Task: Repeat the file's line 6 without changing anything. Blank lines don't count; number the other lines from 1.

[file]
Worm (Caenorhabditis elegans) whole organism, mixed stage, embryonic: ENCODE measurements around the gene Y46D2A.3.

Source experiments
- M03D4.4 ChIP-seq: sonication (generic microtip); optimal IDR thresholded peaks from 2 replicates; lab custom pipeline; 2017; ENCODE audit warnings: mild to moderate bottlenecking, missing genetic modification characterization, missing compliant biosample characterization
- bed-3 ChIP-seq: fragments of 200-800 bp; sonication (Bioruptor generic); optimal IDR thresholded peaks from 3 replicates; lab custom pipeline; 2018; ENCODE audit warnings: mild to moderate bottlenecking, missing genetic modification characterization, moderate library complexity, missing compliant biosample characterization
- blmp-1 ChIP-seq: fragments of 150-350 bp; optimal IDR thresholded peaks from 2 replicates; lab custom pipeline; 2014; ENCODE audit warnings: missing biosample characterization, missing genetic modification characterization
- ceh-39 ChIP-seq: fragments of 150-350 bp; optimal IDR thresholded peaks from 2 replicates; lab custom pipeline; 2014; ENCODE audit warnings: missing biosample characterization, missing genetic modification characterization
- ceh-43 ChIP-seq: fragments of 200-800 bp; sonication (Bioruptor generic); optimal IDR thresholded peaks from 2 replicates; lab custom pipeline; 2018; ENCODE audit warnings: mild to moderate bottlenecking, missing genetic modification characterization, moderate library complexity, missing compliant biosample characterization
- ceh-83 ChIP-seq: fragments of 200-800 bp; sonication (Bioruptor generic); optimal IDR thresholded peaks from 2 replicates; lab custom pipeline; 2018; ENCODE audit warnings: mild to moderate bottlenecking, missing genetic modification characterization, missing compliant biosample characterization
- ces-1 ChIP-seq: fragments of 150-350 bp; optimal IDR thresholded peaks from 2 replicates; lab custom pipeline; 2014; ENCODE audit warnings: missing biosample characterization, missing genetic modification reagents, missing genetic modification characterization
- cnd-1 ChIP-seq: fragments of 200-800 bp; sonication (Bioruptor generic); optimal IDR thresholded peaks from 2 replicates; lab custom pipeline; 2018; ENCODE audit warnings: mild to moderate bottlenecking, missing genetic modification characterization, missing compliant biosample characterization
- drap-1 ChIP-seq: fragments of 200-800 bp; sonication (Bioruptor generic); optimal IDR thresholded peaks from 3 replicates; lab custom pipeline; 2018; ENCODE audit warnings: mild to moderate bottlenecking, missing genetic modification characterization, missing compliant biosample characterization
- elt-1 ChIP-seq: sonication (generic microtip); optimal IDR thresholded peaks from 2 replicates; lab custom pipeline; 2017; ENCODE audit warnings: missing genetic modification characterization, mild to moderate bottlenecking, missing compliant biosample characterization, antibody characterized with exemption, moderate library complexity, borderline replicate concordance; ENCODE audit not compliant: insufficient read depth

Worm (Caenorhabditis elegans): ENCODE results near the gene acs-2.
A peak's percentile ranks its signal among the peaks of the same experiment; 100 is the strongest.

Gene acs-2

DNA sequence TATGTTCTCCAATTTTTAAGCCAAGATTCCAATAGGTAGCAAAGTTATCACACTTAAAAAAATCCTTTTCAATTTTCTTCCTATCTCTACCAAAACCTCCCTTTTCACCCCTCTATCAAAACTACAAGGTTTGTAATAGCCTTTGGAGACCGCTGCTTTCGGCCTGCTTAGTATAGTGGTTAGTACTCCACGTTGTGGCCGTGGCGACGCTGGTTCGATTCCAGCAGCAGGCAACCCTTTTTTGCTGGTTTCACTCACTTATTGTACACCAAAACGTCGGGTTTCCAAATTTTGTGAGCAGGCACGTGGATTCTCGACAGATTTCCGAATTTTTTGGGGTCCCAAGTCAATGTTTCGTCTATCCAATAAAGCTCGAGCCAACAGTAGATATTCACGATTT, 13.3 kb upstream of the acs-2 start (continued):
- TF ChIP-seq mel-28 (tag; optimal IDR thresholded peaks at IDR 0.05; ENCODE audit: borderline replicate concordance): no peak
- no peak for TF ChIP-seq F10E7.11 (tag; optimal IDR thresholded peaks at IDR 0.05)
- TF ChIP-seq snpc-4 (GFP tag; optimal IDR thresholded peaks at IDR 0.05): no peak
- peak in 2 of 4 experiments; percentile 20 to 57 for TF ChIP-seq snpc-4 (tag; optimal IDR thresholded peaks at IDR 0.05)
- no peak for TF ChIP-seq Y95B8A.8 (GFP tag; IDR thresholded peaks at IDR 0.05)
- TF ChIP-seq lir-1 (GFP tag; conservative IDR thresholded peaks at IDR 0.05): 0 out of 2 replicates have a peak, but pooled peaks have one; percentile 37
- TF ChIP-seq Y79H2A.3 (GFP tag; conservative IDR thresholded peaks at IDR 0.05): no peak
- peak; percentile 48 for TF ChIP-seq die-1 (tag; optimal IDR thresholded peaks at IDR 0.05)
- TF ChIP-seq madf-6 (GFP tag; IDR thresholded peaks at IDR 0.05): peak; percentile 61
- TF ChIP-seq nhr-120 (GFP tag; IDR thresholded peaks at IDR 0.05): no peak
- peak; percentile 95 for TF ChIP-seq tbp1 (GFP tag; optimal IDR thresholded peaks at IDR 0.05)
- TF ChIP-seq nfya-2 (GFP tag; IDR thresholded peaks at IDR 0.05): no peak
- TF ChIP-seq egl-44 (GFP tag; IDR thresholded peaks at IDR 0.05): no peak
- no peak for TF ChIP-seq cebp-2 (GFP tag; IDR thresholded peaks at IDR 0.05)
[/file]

- ceh-39 ChIP-seq: fragments of 150-350 bp; optimal IDR thresholded peaks from 2 replicates; lab custom pipeline; 2014; ENCODE audit warnings: missing biosample characterization, missing genetic modification characterization